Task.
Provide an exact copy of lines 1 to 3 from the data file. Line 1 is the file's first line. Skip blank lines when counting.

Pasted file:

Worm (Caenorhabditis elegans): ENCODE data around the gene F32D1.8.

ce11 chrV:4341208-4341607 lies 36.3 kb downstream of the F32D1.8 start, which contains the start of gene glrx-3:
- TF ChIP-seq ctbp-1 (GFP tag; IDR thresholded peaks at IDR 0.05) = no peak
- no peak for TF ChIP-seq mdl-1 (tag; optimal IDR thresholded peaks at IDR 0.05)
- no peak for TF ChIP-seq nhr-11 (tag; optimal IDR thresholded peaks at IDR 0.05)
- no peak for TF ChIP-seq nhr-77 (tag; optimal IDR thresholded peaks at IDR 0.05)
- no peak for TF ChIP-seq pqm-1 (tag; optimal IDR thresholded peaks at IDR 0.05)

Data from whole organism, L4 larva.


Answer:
Worm (Caenorhabditis elegans): ENCODE data around the gene F32D1.8.

ce11 chrV:4341208-4341607 lies 36.3 kb downstream of the F32D1.8 start, which contains the start of gene glrx-3:
- TF ChIP-seq ctbp-1 (GFP tag; IDR thresholded peaks at IDR 0.05) = no peak